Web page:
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Truth-seeking is at the heart of every principle the University has

<h6>José Pablo Fernández García / The Daily Princetonian</h6>
José Pablo Fernández García / The Daily Princetonian

The following is a guest contribution and reflects the authors views alone. For information on how to submit to the Opinion Section, click here.

Columnist Abigail Rabieh ‘25 recently shared her perspective on the principle of “institutional neutrality,” which she calls the “missing piece to the free speech puzzle.” Though she is wrong to suggest that I and other campus free speech advocates have neglected the institutional neutrality angle of the free speech issue (see here, here, here, here, here, here, etc.) she does call attention to serious questions about when and how the University should “speak” in its official capacity. 

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Rabieh is correct to urge our University’s adoption of the Kalven principles of institutional neutrality. However, she is hopelessly mistaken in her attempt to separate the Kalven Report from the “truth-seeking argument” she claims I emphasize too much. What Rabieh misses is that the Kalven principles — and all sound principles of academic life — are correct precisely because they further our truth-seeking mission. Let me explain.

We are a community defined by our truth-seeking commitment. Thus, the very first words of Rights, Rules, and Responsibilities, our governing document: “The central purposes of a university are the pursuit of truth, the discovery of new knowledge … and the transmission of knowledge and learning to society at large.” If our University’s truth-seeking mission were supplanted by any other goal or priority — such as athletic excellence or simply training a generation of “social justice” advocates — our University would be different in kind from the institution it is and aspires to be. Every principle governing academic life is sound (at least as a principle of academic life) if it serves our truth-seeking common good.

For example, our free speech policy is appropriate because it provides for the conditions necessary for the discovery and dissemination of truth. Policies bearing on non-academic aspects of our common life are sound if they further some worthwhile goal without doing harm to our ultimate good — which is, again, truth seeking. For example, sexual harassment policies, while seemingly unrelated to scholarship, are sound if and when they work to promote safety (a pursuit-worthy good in itself, and a condition which allows truth seeking to occur).  

An institutional neutrality policy can only be justified if it properly serves our truth-seeking commitment. And justified it is. By prohibiting the institution from placing its king-sized thumb on the scales of debate or suggesting parameters around the scope of “worthwhile” discourse, the Kalven principles offer the hope of a freer and more invigorated intellectual environment — a key component of truth-seeking.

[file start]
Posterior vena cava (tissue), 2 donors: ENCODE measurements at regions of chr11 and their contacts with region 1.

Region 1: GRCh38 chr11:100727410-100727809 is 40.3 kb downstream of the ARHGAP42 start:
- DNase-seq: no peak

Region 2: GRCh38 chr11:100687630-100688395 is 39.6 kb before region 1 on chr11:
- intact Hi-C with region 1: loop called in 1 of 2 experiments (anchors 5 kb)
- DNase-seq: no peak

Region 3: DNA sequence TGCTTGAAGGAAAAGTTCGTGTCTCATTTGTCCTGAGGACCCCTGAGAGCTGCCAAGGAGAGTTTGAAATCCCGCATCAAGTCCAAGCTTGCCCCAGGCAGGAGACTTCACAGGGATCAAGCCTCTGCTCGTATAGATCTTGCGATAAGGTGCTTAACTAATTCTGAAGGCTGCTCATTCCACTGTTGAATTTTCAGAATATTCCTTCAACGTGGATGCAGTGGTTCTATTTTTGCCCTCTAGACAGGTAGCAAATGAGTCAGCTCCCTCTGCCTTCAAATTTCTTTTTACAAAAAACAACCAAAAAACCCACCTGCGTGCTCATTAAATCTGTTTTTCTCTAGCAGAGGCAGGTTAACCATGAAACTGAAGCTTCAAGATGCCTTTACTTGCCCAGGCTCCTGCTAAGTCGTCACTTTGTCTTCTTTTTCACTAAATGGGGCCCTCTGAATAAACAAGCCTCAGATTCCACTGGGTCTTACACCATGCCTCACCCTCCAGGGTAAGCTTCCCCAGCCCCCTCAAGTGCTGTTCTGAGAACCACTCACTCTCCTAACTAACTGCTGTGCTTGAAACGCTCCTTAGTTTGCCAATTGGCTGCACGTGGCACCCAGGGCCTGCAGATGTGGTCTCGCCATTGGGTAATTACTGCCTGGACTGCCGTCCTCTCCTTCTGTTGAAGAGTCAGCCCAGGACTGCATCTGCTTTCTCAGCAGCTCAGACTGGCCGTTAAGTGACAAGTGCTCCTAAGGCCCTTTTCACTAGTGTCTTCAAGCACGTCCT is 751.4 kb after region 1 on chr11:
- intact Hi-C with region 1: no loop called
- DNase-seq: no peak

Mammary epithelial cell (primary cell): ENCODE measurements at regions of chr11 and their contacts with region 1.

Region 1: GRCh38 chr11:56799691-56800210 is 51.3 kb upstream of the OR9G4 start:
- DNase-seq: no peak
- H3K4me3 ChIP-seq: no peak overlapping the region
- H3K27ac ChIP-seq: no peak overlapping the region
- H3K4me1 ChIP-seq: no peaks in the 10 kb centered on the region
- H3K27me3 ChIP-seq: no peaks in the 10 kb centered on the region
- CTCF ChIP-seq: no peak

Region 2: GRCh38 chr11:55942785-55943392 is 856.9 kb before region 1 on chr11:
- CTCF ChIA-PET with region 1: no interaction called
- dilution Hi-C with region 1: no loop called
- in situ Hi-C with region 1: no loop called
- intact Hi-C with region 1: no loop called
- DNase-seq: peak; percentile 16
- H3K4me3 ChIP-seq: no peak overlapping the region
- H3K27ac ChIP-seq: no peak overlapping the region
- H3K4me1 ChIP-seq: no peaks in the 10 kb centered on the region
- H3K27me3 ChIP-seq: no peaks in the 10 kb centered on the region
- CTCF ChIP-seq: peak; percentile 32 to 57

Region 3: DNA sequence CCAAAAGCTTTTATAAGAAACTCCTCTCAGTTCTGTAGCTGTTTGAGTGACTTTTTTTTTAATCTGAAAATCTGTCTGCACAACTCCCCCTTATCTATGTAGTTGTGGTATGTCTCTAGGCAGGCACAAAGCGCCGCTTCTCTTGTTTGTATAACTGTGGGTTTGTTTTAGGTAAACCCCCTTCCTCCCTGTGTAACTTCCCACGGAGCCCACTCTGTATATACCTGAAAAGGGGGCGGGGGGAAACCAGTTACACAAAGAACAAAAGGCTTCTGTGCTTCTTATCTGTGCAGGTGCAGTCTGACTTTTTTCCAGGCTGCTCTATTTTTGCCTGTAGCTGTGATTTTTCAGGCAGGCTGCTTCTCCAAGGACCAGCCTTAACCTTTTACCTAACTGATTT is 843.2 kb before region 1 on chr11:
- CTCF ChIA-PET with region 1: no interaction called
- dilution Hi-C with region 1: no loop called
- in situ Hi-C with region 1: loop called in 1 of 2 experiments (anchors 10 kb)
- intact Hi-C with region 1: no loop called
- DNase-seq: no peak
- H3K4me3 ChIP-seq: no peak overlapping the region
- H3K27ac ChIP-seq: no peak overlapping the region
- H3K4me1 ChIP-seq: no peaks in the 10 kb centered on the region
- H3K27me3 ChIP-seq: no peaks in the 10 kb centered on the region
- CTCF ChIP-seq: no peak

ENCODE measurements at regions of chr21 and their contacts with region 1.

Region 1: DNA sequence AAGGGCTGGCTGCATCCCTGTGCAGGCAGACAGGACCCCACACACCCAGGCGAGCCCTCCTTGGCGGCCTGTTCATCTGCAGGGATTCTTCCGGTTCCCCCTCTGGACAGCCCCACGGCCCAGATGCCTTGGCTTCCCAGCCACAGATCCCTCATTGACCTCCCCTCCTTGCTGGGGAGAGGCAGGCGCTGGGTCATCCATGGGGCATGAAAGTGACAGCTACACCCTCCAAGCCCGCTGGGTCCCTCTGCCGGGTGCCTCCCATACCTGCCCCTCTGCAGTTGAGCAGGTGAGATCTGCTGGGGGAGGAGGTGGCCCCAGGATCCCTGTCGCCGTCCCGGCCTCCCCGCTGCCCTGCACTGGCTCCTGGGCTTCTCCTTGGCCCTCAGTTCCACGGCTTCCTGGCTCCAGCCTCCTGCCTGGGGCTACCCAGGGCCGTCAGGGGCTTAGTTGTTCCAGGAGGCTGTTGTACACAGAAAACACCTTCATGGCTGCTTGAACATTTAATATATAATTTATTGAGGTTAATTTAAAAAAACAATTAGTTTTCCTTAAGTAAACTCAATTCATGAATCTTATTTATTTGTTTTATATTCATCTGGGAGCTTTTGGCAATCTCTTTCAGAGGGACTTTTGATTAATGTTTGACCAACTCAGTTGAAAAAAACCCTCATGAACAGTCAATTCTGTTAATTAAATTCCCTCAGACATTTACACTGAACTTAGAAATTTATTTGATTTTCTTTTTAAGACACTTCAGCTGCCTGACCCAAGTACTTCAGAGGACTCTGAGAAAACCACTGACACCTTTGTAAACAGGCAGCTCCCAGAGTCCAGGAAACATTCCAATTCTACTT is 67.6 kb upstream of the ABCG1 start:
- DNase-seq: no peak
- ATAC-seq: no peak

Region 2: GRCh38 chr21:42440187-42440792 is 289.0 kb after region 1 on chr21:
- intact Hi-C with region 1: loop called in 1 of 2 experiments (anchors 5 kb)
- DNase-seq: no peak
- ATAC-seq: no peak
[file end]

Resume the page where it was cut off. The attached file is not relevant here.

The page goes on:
To be sure, the neutrality principle is not without limitation; it would be impossible for any university to remain truly neutral on all matters of public controversy. The University either will or will not pay for abortion services for its female students; it either will or will not consider race in admissions. And there are, as the Kalven Report has recognized, “exceptional circumstances” when it is necessary for universities to take a stand — circumstances in which the University’s very truth-seeking mission falls under threat. 

In sum, all commitments and policies bearing on uniquely academic life are to be judged in relation to truth-seeking. All of them. So you can see why Rabieh’s assertion that “it is a mistake for free speech advocates to solely explain campus [free speech] controversies in relation to truth-seeking” baffled me.

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Now, I should say a word about Rabieh’s criticism of my address to the Class of 2026, the purpose of which was twofold. First, I explained why our University’s truth-seeking mission necessitates our commitment to our robust free speech policy. Second, I identified a further requirement of truth-seeking by admonishing students to promote a culture in which dissent is cherished. I posed a challenge to students, not the administration — which is reasonable given that the speech was delivered at first-year orientation. So it does not make sense to say, as Rabieh says, that I “failed” to mention this or that institutional demand during my ten-minute address. I did not “fail” to mention institutional neutrality any more than I “failed” to mention other institutional threats to truth-seeking, such as decaying standards for grading in the humanities or our University’s deplorable, McCarthyesque treatment of Joshua Katz. 

Rabieh and I agree that institutional neutrality is a “piece in the free speech puzzle.” Granted, it’s a piece not yet locked in place. But it is neither “missing” nor ignored by those of us who have been calling attention to it for quite some time. Institutional neutrality serves as a practical aid to our age-old truth-seeking mission. Princetonians who remain faithful to that mission should ponder, and embrace, the principles Rabieh and I have sought to defend.

Myles McKnight is a senior studying politics. He is the president of the Princeton Open Campus Coalition. He can be reached at mylesm@princeton.edu. 

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